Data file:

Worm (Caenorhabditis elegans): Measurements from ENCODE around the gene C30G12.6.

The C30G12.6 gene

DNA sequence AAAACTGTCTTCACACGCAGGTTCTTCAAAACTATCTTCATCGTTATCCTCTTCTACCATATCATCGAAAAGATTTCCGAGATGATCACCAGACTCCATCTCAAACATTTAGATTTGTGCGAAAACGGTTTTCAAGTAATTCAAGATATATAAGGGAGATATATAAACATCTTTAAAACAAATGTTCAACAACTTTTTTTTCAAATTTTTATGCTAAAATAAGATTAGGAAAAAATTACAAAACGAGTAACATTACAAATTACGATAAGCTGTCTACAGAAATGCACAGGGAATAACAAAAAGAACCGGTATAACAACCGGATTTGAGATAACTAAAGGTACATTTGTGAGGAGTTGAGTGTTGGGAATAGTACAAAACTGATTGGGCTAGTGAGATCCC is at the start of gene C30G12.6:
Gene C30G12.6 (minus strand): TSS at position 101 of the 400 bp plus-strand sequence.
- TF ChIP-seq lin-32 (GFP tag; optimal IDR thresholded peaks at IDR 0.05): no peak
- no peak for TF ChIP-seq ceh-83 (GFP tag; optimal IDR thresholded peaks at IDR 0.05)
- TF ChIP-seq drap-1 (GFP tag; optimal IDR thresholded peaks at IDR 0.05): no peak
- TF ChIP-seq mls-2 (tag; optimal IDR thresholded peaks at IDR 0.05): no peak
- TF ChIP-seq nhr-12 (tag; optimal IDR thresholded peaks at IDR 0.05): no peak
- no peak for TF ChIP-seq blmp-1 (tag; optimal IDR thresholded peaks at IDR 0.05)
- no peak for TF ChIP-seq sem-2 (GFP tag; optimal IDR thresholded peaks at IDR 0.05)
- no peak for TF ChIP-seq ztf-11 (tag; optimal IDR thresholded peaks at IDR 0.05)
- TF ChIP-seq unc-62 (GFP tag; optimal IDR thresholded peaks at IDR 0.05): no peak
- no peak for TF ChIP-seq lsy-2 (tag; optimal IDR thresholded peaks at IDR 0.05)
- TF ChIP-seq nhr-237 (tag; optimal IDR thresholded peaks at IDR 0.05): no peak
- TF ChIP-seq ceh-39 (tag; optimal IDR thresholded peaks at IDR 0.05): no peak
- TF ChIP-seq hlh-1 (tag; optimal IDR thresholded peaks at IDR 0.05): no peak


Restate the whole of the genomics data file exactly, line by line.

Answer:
Worm (Caenorhabditis elegans): Measurements from ENCODE around the gene C30G12.6.

The C30G12.6 gene

DNA sequence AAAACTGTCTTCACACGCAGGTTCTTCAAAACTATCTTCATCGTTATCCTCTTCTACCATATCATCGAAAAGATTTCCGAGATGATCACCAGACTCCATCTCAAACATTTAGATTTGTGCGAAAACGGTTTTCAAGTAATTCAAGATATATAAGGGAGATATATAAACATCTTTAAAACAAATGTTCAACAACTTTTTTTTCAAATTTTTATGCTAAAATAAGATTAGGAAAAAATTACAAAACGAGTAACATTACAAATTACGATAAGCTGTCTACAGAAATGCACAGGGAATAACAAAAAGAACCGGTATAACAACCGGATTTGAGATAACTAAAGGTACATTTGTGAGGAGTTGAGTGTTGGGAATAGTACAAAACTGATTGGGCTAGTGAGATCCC is at the start of gene C30G12.6:
Gene C30G12.6 (minus strand): TSS at position 101 of the 400 bp plus-strand sequence.
- TF ChIP-seq lin-32 (GFP tag; optimal IDR thresholded peaks at IDR 0.05): no peak
- no peak for TF ChIP-seq ceh-83 (GFP tag; optimal IDR thresholded peaks at IDR 0.05)
- TF ChIP-seq drap-1 (GFP tag; optimal IDR thresholded peaks at IDR 0.05): no peak
- TF ChIP-seq mls-2 (tag; optimal IDR thresholded peaks at IDR 0.05): no peak
- TF ChIP-seq nhr-12 (tag; optimal IDR thresholded peaks at IDR 0.05): no peak
- no peak for TF ChIP-seq blmp-1 (tag; optimal IDR thresholded peaks at IDR 0.05)
- no peak for TF ChIP-seq sem-2 (GFP tag; optimal IDR thresholded peaks at IDR 0.05)
- no peak for TF ChIP-seq ztf-11 (tag; optimal IDR thresholded peaks at IDR 0.05)
- TF ChIP-seq unc-62 (GFP tag; optimal IDR thresholded peaks at IDR 0.05): no peak
- no peak for TF ChIP-seq lsy-2 (tag; optimal IDR thresholded peaks at IDR 0.05)
- TF ChIP-seq nhr-237 (tag; optimal IDR thresholded peaks at IDR 0.05): no peak
- TF ChIP-seq ceh-39 (tag; optimal IDR thresholded peaks at IDR 0.05): no peak
- TF ChIP-seq hlh-1 (tag; optimal IDR thresholded peaks at IDR 0.05): no peak